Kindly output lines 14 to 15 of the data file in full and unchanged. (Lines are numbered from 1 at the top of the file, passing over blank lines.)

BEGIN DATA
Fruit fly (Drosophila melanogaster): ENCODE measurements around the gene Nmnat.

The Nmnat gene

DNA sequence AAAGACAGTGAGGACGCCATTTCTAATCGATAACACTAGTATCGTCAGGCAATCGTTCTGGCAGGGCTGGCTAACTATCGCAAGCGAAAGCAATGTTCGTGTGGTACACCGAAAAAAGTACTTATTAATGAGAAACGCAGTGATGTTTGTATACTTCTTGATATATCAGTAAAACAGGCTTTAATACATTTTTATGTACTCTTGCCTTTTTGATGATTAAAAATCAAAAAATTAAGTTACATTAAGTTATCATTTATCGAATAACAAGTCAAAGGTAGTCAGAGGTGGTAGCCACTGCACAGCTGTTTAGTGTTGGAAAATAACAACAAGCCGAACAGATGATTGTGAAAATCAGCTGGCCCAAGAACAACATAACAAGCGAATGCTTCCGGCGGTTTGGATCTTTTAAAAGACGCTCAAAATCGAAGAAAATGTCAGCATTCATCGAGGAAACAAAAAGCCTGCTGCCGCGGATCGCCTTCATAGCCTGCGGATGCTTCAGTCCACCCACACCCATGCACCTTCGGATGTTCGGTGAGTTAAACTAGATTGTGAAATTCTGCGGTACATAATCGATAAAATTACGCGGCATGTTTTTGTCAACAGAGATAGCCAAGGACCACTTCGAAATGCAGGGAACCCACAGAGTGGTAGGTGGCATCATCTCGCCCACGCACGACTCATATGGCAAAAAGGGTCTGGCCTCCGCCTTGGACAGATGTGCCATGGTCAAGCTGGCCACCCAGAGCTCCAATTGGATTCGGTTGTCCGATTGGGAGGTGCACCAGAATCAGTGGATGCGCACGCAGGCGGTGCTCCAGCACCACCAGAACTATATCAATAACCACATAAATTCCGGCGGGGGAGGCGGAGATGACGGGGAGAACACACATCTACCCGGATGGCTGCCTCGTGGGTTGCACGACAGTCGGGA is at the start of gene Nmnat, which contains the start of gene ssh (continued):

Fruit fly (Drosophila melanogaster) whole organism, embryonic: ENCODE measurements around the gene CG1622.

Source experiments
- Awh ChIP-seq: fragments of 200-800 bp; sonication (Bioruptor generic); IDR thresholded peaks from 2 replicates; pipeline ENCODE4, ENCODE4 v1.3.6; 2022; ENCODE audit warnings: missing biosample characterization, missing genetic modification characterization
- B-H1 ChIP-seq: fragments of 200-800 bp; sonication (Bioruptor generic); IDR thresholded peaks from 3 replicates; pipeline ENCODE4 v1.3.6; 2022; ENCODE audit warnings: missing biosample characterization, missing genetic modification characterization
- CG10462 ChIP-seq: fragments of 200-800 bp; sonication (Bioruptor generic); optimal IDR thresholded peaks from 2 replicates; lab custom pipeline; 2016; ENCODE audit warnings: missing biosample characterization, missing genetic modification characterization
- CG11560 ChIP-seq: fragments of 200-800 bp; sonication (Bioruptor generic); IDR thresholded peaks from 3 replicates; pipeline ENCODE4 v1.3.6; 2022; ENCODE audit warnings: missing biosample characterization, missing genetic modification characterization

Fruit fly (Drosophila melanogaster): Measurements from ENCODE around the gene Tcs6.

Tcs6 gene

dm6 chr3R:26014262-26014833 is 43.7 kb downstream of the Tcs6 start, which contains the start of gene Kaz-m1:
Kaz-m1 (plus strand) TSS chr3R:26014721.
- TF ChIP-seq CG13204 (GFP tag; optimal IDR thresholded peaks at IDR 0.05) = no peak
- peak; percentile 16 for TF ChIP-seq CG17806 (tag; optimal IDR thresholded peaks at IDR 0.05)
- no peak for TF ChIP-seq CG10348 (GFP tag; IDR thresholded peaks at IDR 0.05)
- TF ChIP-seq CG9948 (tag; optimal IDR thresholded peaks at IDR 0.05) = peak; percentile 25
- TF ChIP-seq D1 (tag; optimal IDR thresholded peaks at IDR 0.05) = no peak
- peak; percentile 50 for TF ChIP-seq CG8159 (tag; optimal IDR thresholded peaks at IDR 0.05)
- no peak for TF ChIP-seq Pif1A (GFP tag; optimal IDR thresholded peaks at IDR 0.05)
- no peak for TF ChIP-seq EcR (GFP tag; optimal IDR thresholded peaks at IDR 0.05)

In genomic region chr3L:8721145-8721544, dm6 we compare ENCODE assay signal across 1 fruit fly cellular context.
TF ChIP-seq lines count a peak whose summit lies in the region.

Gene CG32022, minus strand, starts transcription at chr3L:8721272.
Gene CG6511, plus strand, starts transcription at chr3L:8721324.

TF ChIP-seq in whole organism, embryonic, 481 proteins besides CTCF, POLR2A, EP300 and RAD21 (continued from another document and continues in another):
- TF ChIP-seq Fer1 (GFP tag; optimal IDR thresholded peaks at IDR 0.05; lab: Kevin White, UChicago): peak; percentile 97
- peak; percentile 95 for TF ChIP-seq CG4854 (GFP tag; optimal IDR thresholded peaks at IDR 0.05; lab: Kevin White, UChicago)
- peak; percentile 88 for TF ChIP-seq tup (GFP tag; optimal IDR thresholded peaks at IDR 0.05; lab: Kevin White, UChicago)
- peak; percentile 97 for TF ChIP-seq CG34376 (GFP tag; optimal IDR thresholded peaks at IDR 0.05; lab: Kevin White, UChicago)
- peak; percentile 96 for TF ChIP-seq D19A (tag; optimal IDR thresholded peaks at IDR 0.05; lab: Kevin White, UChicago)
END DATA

- TF ChIP-seq CG13204 (GFP tag; optimal IDR thresholded peaks at IDR 0.05) = no peak
- peak; percentile 16 for TF ChIP-seq CG17806 (tag; optimal IDR thresholded peaks at IDR 0.05)